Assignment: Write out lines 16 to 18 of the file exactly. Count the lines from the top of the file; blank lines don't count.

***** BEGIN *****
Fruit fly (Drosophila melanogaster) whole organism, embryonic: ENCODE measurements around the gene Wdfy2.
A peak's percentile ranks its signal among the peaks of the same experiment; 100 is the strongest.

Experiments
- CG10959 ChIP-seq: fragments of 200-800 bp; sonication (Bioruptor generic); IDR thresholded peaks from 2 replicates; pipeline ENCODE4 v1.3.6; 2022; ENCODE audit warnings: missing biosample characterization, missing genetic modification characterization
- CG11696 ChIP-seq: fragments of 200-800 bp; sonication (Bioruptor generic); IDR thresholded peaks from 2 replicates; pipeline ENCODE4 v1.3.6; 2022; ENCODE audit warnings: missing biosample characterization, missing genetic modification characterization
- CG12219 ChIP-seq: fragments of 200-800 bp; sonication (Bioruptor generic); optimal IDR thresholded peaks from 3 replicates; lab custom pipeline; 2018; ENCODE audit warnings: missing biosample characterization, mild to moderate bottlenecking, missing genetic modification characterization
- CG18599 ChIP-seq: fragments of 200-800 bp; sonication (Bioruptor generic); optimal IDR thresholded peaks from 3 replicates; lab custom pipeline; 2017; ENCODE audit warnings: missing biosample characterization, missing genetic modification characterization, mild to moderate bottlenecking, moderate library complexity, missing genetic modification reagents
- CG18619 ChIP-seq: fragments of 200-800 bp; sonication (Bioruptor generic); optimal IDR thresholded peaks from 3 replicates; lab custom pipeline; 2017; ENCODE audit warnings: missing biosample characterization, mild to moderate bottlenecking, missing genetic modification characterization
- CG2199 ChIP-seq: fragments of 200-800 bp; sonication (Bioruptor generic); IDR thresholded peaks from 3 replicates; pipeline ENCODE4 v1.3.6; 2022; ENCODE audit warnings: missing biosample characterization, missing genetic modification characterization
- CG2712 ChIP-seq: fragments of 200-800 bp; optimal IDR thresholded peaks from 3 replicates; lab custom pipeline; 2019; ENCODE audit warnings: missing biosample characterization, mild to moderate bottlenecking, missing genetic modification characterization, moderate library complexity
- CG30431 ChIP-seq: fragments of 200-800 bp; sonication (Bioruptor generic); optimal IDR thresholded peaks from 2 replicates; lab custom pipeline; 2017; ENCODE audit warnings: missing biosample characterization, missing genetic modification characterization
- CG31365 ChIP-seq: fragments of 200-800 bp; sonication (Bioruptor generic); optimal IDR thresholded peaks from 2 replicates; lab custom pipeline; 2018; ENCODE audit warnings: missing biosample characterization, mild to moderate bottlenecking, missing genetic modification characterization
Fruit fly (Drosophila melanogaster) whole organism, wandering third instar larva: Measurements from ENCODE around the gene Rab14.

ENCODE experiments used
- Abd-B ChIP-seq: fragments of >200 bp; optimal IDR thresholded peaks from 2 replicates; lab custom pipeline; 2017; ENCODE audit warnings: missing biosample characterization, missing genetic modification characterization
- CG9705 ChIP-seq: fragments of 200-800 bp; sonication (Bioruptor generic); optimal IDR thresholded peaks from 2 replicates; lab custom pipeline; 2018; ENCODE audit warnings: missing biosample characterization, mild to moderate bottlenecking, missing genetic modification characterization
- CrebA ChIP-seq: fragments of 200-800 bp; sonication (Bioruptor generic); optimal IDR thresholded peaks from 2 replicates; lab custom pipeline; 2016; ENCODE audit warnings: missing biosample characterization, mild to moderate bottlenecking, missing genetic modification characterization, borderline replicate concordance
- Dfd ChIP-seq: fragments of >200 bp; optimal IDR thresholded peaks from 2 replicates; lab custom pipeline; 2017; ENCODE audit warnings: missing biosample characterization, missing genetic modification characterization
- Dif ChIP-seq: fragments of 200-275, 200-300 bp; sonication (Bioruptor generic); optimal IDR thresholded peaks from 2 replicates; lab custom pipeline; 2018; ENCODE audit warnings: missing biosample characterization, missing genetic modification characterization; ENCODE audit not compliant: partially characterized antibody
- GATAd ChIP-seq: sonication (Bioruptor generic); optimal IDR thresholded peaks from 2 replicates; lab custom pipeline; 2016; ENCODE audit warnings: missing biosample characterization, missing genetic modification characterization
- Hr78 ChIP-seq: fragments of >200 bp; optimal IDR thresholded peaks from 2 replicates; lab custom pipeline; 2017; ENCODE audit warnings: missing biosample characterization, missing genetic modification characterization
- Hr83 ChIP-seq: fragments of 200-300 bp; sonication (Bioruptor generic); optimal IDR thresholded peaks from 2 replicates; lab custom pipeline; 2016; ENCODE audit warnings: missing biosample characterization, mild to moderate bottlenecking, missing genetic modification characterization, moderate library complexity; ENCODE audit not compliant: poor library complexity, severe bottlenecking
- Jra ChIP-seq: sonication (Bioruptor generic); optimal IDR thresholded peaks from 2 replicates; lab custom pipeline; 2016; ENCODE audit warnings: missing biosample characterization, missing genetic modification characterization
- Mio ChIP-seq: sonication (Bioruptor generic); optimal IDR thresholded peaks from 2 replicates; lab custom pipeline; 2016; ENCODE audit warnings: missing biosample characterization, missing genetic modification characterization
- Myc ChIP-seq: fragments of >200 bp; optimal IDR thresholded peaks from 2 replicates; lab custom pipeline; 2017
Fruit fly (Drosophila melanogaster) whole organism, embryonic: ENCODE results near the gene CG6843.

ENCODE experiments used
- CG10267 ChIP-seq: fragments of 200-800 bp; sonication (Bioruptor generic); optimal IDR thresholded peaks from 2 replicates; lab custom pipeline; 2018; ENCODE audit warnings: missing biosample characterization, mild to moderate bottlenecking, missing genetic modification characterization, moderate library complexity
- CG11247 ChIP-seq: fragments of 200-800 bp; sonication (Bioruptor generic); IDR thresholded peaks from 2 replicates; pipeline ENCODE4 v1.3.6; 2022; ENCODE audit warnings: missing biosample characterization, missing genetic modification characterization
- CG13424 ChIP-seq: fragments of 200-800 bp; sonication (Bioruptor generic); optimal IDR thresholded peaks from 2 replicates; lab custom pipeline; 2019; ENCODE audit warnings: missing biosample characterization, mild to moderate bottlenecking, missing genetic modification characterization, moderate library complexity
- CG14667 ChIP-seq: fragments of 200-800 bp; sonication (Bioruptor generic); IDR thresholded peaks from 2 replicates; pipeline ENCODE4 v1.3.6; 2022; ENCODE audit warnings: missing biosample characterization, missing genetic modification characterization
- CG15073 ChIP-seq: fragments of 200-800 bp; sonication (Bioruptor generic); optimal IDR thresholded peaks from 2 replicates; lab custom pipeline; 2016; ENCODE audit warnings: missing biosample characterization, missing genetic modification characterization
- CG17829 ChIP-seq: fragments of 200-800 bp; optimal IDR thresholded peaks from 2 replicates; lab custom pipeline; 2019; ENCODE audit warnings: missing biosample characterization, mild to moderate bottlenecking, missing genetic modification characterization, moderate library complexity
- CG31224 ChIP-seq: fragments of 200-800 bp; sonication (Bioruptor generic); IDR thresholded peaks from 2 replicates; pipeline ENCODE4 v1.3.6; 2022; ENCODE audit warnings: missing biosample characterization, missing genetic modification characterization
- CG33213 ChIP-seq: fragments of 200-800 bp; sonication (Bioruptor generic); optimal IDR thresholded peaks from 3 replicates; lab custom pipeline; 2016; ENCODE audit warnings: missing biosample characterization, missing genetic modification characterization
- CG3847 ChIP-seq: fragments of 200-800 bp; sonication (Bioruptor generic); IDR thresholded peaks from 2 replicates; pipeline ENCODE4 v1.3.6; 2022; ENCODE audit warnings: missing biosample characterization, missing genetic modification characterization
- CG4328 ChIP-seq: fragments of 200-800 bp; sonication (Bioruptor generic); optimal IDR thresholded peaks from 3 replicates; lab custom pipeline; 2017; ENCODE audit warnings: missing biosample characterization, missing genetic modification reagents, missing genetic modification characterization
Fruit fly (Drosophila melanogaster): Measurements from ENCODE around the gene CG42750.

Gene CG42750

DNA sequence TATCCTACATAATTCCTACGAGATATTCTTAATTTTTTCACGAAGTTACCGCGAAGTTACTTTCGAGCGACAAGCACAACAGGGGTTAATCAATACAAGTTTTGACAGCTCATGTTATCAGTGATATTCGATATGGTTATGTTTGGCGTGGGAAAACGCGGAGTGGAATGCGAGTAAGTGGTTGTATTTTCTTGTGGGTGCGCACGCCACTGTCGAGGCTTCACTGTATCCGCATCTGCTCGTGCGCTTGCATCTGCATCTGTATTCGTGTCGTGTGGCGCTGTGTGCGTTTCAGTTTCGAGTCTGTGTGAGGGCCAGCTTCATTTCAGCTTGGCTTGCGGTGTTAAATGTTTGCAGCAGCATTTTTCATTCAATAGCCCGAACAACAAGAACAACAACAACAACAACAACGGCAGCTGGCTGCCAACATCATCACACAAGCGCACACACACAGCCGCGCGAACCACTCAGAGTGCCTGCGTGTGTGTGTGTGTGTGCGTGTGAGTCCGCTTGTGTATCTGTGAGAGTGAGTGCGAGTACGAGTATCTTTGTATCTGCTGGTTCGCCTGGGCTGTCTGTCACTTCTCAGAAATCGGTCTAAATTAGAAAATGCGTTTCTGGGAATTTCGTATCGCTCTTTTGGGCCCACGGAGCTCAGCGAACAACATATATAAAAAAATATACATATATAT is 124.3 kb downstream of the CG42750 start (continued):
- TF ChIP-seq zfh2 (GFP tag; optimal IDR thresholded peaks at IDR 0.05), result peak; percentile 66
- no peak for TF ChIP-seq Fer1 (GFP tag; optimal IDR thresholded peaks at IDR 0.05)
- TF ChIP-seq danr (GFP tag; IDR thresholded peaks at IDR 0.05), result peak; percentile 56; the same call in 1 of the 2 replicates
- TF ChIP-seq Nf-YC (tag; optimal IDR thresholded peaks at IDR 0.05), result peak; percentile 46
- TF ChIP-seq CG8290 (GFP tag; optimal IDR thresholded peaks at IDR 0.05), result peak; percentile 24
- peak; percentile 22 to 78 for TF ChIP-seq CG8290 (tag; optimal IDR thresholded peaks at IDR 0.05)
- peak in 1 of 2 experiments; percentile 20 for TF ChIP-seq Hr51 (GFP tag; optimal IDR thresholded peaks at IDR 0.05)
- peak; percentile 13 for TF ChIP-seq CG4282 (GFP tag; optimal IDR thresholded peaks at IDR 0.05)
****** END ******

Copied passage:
- CG9705 ChIP-seq: fragments of 200-800 bp; sonication (Bioruptor generic); optimal IDR thresholded peaks from 2 replicates; lab custom pipeline; 2018; ENCODE audit warnings: missing biosample characterization, mild to moderate bottlenecking, missing genetic modification characterization
- CrebA ChIP-seq: fragments of 200-800 bp; sonication (Bioruptor generic); optimal IDR thresholded peaks from 2 replicates; lab custom pipeline; 2016; ENCODE audit warnings: missing biosample characterization, mild to moderate bottlenecking, missing genetic modification characterization, borderline replicate concordance
- Dfd ChIP-seq: fragments of >200 bp; optimal IDR thresholded peaks from 2 replicates; lab custom pipeline; 2017; ENCODE audit warnings: missing biosample characterization, missing genetic modification characterization